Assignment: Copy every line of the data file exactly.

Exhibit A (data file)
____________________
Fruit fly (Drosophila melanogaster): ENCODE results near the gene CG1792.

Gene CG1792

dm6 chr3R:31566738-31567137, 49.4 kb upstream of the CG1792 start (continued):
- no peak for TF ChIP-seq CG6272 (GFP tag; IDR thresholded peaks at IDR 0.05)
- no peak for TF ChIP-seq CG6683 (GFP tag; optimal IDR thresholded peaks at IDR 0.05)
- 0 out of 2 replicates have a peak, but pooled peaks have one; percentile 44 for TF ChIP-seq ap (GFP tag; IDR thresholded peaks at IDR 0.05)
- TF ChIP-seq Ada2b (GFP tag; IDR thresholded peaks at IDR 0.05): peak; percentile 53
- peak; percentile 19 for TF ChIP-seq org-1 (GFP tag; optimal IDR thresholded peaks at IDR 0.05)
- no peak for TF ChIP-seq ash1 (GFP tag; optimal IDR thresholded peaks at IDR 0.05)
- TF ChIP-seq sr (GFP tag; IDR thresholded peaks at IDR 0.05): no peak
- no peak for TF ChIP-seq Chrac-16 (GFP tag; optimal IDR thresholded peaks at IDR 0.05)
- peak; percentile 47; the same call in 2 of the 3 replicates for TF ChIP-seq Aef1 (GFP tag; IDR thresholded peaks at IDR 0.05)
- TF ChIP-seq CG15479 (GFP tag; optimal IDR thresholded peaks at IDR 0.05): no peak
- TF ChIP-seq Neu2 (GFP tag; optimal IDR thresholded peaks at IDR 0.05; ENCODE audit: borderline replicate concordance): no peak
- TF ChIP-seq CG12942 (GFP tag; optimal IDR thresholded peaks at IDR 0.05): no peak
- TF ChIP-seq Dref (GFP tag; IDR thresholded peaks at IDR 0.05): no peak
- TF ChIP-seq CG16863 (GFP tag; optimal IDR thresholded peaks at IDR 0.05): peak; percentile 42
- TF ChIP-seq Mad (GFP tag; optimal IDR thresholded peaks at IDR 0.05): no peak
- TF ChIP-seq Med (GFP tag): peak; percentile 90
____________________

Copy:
Fruit fly (Drosophila melanogaster): ENCODE results near the gene CG1792.

Gene CG1792

dm6 chr3R:31566738-31567137, 49.4 kb upstream of the CG1792 start (continued):
- no peak for TF ChIP-seq CG6272 (GFP tag; IDR thresholded peaks at IDR 0.05)
- no peak for TF ChIP-seq CG6683 (GFP tag; optimal IDR thresholded peaks at IDR 0.05)
- 0 out of 2 replicates have a peak, but pooled peaks have one; percentile 44 for TF ChIP-seq ap (GFP tag; IDR thresholded peaks at IDR 0.05)
- TF ChIP-seq Ada2b (GFP tag; IDR thresholded peaks at IDR 0.05): peak; percentile 53
- peak; percentile 19 for TF ChIP-seq org-1 (GFP tag; optimal IDR thresholded peaks at IDR 0.05)
- no peak for TF ChIP-seq ash1 (GFP tag; optimal IDR thresholded peaks at IDR 0.05)
- TF ChIP-seq sr (GFP tag; IDR thresholded peaks at IDR 0.05): no peak
- no peak for TF ChIP-seq Chrac-16 (GFP tag; optimal IDR thresholded peaks at IDR 0.05)
- peak; percentile 47; the same call in 2 of the 3 replicates for TF ChIP-seq Aef1 (GFP tag; IDR thresholded peaks at IDR 0.05)
- TF ChIP-seq CG15479 (GFP tag; optimal IDR thresholded peaks at IDR 0.05): no peak
- TF ChIP-seq Neu2 (GFP tag; optimal IDR thresholded peaks at IDR 0.05; ENCODE audit: borderline replicate concordance): no peak
- TF ChIP-seq CG12942 (GFP tag; optimal IDR thresholded peaks at IDR 0.05): no peak
- TF ChIP-seq Dref (GFP tag; IDR thresholded peaks at IDR 0.05): no peak
- TF ChIP-seq CG16863 (GFP tag; optimal IDR thresholded peaks at IDR 0.05): peak; percentile 42
- TF ChIP-seq Mad (GFP tag; optimal IDR thresholded peaks at IDR 0.05): no peak
- TF ChIP-seq Med (GFP tag): peak; percentile 90